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Kenyan media failing on road safety awareness

Date Posted : Monday, 15 Apr 2013

By Carolyne Gachacha Mucheru*

Every year, 3,000 people die on Kenyan roads. Most of these deaths are entirely preventable.

Financially, this toll translates into a cost conservatively estimated at $3.8 billion a year. This is according to a World Health Organization (WHO) article titled ‘Road traffic injuries in Kenya: the health burden and risk factors published in 2012’. (


The article notes that the cost of this carnage to the country, communities, and families is severe. Traffic injuries and fatalities in Kenya mostly affect men between the ages of 15 – 45, when they are most economically productive. Compounding this financial strain is the fact that in many instances, men are heads of households. Their absence can have long-term implications to the economic and social wellbeing of their families.


WHO’s Director General, Margaret Chan notes that globally, “road traffic crashes are a public health and development crisis.” Yet, the media rarely reports on traffic safety in a way that explores systemic causes or failures in policy or systems. According to an assessment by Internews very few stories are focused on bringing about change. This report also notes that there is little use of statistics leading to stories written in a neutral tone, and media stories are normally of little benefit in terms of public awareness on road safety issues.

Kenya is one of many countries in the world where poor road safety presents a massive drain on the country’s economy, as well as the lives of those impacted. WHO believes that if this trend is not halted by 2030, traffic injuries are expected to be the fifth largest cause of death globally. Already, 1.24 million people die every year on the world’s roads. These injuries and fatalities account for the biggest loss of life of young people in the world because they claim more lives of 5 – 14 year olds than malaria, diarrhea and HIV/AIDS combined.


Kenya is part of WHO’s global road safety campaign called the Decade of Action for Road Safety. It is one of 10 countries in the world identified as the worst affected by the road safety crisis. The other Road Safety 10 (RS10) countries are Brazil, Cambodia, China, Egypt, India, Mexico, the Russian Federation, Turkey and Vietnam.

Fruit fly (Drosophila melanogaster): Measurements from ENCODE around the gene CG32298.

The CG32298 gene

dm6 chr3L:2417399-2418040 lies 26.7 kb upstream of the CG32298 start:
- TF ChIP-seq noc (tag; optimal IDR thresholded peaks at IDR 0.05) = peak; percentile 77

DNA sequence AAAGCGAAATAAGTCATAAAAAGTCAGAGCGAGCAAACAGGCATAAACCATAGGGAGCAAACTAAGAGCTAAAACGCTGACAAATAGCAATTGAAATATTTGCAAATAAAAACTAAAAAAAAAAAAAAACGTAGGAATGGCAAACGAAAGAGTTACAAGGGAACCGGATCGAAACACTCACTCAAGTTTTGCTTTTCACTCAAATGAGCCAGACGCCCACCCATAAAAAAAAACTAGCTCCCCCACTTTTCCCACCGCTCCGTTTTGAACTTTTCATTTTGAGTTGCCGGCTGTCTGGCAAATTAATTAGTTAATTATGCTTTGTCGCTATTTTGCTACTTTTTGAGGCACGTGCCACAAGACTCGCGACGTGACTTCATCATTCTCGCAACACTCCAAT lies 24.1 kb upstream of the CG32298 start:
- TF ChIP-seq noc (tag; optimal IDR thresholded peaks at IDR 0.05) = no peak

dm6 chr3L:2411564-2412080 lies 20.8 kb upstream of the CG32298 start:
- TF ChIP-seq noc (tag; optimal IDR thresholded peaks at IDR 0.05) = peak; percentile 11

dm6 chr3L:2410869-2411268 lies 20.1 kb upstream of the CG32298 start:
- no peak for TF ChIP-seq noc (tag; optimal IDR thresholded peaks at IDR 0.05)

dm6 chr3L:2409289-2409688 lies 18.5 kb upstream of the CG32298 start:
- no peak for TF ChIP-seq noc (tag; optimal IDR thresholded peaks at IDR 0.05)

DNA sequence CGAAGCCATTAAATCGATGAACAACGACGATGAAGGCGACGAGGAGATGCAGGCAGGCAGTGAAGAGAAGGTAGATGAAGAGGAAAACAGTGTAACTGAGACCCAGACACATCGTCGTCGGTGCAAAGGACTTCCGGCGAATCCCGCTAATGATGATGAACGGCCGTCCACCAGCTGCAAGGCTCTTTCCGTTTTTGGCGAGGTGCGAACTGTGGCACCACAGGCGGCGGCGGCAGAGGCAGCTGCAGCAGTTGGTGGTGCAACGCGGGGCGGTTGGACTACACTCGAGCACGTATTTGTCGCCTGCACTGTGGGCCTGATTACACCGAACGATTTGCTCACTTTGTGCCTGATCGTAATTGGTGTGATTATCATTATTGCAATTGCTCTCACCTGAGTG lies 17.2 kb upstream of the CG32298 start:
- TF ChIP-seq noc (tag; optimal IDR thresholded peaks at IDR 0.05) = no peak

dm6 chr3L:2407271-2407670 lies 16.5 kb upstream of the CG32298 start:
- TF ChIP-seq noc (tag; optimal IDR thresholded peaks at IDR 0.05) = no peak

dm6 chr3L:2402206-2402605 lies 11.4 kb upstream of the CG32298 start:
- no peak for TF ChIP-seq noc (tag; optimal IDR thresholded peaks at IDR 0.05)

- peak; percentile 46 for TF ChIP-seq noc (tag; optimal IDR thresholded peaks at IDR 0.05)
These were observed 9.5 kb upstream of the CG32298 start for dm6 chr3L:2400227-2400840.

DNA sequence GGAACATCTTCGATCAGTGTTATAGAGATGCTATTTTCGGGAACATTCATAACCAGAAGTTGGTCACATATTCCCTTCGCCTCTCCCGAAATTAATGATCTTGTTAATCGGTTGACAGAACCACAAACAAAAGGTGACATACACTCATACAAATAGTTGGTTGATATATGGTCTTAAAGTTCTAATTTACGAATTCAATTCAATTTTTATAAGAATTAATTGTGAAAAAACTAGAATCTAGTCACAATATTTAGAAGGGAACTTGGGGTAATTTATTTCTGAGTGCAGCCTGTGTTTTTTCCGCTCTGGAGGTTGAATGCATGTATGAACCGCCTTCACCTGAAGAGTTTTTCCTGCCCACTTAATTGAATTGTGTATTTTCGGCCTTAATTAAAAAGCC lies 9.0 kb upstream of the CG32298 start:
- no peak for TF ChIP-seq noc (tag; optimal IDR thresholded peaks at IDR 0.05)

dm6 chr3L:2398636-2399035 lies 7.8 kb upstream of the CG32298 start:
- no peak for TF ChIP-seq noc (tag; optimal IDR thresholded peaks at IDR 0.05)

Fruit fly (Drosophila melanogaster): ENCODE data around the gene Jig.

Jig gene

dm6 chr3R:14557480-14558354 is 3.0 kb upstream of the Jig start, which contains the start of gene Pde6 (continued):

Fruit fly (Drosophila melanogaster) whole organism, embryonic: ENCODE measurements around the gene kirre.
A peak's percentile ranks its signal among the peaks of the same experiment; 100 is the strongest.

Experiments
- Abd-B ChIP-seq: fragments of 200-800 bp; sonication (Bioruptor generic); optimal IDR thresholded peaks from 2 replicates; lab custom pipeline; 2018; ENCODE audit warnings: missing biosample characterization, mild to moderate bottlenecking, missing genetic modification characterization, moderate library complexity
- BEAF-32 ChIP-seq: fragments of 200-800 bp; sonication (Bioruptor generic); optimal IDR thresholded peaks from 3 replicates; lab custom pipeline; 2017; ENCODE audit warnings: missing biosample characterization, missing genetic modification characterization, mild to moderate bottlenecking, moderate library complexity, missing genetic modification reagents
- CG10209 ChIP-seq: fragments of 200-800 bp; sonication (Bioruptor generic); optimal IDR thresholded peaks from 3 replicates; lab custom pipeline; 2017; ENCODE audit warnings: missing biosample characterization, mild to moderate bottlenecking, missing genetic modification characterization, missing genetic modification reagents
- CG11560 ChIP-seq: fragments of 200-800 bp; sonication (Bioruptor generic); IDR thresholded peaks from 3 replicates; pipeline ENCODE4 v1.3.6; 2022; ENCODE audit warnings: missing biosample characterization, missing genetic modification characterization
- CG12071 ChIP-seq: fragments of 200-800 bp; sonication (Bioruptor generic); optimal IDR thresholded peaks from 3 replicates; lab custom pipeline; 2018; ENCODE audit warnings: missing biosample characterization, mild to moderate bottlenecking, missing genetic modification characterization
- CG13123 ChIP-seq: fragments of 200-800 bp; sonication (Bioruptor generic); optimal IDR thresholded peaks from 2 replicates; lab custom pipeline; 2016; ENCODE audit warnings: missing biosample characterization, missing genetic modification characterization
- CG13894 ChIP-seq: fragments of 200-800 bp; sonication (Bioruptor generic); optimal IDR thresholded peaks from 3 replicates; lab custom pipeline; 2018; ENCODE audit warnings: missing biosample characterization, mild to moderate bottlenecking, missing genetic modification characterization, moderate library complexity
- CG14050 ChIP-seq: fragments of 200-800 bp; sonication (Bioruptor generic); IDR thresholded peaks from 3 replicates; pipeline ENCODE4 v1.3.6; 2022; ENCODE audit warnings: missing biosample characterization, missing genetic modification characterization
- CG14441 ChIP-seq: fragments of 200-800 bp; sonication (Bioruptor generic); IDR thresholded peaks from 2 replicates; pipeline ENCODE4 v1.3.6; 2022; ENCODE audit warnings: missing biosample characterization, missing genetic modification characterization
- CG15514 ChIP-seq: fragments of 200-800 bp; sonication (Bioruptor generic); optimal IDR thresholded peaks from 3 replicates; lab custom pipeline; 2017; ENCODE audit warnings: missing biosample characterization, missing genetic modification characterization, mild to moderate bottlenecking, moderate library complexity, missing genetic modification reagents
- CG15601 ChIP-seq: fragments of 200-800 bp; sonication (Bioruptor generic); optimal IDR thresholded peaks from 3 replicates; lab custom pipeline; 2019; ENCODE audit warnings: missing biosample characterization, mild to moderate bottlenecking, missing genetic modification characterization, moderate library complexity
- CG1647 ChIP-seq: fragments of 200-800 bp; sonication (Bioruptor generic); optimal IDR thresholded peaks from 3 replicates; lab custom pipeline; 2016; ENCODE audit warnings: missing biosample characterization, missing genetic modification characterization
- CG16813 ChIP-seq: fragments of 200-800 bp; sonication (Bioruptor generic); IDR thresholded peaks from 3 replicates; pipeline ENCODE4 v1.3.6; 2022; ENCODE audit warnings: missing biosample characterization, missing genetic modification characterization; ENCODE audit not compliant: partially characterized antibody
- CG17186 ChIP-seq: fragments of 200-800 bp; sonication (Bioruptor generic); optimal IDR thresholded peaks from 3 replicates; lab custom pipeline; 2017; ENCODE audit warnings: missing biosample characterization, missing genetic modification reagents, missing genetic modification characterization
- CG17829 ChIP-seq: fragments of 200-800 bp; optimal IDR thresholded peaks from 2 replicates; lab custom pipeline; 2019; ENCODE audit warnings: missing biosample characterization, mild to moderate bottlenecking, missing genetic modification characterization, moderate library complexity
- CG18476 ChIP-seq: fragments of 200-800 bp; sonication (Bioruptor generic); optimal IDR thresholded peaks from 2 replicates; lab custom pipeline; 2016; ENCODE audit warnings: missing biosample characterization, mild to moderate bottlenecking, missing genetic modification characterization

“Kenya is working very hard in terms of road safety,” said Dr Etienne Krug, WHO Director Department of violence, injury prevention and disability, “We are focusing mainly on speed and on helmet wearing in Thika and Naivasha. We believe that through some pilot projects we can show that speed reductions are possible, that improvement in helmet use is possible, and therefore lives can be saved.” A recent analysis of road safety injuries and fatalities in Kenya pinpointed that speed and neglected use of helmets by motor cyclists, as key to the problem. Thika District showed than nearly 70 percent of all vehicles counted were exceeding the speed limit by as much as 20 to 30 km/h. Matatus – a common mode of public transport – were the biggest culprits. This is cause for alarm, as it means that the public who rely on this means to get around are put at risk.


To address this problem, Parliament recently amended the Traffic Bill to enhance penalties for various traffic offences. However, experts believe that this is only one part of the solution. The private sector has partnered with the government to form the National Road Safety Trust, hoping to take the first steps in changing behavior related to road safety.


By framing traffic safety as a health story that affects everyone in the country, journalists have the opportunity to tell the story of road safety in Kenya in such a way that it can help shift policy and public reaction.

“Journalists play a key role in promoting road safety. They can advocate for political will to tackle the issues, as well as specific measures towards better laws, safer roads and more responsible behaviors”, said Dr. Krug.


NOTE: The Global status report on road safety 2013 serves as a baseline for the Decade of Action for Road Safety 2011-2020, declared by the UN General Assembly. The report presents information on road safety from 182 countries, accounting for almost 99% of the world’s population. It indicates that worldwide the total number of road traffic deaths remains unacceptably high at 1.24 million per year, legislation and enforcement are still inadequate, and pedestrians and cyclists need to be better protected.


The Second UN Global Road Safety Week to be held 6-12 May 2013 is dedicated to pedestrian safety. Requested by the UN General Assembly, the Week will draw attention to the urgent need to better protect pedestrians worldwide, generate action on the measures needed to do so, and contribute to achieving the goal of the Decade of Action for Road Safety 2011-2020 to save 5 million lives. Join the international community to ensure a fatality free Week and a significant and long-lasting contribution towards making walking safe for all.


* Carolyne Gachacha Mucheru is a radio journalist with over 10 years of experience in program production, news reporting and editing. Throughout her career she has covered a wide range of topics from health to human rights and science. Carole has participated in Internews trainings in the past, most recently she attended a science journalism training hosted by Internews Kenya.